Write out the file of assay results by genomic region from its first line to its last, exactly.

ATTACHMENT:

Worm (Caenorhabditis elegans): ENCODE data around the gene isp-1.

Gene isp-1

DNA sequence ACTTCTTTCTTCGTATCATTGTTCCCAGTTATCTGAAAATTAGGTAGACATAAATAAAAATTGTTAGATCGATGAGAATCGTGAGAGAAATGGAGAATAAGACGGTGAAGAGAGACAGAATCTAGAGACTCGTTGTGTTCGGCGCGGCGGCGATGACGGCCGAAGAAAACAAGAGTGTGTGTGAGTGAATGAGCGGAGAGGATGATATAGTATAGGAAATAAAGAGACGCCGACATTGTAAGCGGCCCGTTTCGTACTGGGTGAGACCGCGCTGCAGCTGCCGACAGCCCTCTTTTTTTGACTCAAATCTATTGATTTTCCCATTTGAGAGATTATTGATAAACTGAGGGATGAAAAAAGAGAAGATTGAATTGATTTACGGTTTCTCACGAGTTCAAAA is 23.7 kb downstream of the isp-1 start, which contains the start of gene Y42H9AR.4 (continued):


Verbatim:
Worm (Caenorhabditis elegans): ENCODE data around the gene isp-1.

Gene isp-1

DNA sequence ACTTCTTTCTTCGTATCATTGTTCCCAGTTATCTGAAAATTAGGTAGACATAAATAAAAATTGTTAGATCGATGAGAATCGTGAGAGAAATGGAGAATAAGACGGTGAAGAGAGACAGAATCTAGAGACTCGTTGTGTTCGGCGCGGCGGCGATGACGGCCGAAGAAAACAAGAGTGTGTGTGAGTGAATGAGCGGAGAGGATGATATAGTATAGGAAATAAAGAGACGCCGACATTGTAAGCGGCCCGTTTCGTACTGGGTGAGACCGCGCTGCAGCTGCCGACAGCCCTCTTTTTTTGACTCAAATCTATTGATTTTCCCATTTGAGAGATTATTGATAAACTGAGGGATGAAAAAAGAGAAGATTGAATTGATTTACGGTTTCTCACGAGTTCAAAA is 23.7 kb downstream of the isp-1 start, which contains the start of gene Y42H9AR.4 (continued):